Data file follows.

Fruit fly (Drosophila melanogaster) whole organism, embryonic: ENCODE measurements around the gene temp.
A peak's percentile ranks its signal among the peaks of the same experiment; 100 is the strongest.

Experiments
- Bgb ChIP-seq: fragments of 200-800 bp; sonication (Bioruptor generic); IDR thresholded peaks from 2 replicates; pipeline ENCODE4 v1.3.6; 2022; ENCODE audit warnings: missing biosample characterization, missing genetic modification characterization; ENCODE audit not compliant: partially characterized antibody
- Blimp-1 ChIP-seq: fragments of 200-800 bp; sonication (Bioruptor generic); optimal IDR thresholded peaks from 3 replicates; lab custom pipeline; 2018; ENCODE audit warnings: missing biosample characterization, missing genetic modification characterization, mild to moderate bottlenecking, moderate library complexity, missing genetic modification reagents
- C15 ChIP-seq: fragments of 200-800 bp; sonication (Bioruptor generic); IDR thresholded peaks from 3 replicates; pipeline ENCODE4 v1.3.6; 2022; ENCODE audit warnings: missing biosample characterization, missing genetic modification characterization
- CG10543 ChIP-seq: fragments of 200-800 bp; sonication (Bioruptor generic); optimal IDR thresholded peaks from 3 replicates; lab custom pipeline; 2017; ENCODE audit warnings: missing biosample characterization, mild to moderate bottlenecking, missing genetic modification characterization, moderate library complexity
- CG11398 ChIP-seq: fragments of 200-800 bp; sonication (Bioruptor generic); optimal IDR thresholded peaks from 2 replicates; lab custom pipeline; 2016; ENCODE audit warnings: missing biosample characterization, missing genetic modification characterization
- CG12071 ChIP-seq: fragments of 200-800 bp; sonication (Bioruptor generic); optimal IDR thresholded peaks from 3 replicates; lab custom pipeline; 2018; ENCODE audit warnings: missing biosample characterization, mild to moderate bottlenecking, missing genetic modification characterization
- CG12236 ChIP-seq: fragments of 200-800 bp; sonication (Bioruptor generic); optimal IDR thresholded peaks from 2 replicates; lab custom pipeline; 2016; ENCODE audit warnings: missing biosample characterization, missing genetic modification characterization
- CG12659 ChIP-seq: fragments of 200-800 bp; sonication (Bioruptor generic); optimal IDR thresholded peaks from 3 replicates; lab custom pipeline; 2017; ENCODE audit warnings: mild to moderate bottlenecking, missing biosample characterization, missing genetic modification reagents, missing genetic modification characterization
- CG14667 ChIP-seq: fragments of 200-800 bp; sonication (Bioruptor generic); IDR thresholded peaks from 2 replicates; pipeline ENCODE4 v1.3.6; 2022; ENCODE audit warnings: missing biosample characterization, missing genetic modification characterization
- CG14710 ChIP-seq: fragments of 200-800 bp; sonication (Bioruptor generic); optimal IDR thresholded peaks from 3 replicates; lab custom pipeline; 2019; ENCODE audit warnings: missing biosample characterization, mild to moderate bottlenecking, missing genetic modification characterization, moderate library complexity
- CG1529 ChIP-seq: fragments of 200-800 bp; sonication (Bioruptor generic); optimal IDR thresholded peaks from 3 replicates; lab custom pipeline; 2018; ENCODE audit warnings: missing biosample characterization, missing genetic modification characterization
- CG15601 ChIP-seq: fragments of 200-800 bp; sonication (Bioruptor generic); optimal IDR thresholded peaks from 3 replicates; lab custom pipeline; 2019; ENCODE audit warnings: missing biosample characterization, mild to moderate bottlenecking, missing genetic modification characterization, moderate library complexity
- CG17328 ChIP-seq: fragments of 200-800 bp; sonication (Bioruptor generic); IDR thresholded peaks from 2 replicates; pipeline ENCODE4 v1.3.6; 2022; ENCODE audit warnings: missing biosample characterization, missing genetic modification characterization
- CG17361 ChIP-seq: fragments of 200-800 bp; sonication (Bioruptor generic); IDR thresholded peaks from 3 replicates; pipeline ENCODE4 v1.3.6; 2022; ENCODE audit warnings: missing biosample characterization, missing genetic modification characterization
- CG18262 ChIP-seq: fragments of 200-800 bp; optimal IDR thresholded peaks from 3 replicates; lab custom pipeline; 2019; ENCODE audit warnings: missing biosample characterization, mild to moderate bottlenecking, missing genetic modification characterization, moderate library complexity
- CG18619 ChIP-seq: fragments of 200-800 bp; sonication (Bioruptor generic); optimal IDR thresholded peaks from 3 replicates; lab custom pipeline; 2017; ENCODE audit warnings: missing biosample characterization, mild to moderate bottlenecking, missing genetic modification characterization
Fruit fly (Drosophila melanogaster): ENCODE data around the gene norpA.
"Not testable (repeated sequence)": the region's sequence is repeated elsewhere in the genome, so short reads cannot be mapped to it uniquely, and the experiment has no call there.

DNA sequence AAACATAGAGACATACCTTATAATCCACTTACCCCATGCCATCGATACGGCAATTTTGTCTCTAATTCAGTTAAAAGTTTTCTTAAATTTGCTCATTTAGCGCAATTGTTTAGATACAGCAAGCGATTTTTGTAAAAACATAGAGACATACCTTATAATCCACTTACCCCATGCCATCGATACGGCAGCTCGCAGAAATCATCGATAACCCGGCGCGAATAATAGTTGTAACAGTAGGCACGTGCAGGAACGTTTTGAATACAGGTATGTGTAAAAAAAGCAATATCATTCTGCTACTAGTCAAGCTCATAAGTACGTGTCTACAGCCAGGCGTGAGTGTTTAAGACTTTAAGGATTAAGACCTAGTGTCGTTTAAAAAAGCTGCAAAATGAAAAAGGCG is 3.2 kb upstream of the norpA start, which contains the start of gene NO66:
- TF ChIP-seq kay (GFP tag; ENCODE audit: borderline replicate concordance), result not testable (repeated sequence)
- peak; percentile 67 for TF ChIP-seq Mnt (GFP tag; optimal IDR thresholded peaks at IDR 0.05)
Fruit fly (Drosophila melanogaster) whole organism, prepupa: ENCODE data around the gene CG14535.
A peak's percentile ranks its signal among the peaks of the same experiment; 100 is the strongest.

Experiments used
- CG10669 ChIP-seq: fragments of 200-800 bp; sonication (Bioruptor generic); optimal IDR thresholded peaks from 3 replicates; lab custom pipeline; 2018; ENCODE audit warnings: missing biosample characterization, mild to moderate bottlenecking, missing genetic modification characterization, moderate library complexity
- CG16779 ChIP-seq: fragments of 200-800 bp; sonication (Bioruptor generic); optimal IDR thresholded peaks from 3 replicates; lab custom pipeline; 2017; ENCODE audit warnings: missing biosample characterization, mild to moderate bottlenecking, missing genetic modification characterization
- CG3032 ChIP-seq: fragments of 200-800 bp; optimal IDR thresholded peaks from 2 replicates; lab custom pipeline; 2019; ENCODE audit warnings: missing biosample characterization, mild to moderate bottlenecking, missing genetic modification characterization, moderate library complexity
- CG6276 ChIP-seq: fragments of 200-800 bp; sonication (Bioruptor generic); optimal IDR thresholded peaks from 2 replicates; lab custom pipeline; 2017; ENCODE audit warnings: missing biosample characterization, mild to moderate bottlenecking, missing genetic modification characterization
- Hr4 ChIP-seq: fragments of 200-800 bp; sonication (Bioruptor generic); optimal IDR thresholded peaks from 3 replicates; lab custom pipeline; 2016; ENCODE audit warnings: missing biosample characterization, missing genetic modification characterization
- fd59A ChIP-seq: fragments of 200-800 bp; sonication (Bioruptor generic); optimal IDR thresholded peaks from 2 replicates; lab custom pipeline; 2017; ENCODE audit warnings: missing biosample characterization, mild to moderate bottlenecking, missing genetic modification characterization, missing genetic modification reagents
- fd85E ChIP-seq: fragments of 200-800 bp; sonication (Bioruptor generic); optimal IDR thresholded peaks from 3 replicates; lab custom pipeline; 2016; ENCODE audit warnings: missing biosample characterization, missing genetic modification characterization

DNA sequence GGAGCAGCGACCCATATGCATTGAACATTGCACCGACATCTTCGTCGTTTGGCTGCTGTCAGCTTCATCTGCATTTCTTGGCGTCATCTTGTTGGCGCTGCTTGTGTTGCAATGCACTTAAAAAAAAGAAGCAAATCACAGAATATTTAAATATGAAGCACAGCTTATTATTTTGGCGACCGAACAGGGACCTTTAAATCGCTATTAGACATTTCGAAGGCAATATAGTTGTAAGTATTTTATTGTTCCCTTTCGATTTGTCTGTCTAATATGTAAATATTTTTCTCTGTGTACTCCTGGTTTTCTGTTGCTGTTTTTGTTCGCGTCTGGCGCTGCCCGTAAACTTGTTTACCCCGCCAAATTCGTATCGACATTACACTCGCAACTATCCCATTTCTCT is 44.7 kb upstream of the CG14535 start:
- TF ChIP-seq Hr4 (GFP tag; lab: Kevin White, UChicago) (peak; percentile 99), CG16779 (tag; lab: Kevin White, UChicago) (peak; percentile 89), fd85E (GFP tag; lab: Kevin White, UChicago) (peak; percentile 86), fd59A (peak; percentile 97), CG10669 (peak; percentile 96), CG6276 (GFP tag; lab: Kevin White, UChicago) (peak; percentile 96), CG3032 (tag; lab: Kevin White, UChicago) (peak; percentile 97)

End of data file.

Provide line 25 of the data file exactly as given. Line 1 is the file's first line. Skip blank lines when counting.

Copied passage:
Fruit fly (Drosophila melanogaster) whole organism, prepupa: ENCODE data around the gene CG14535.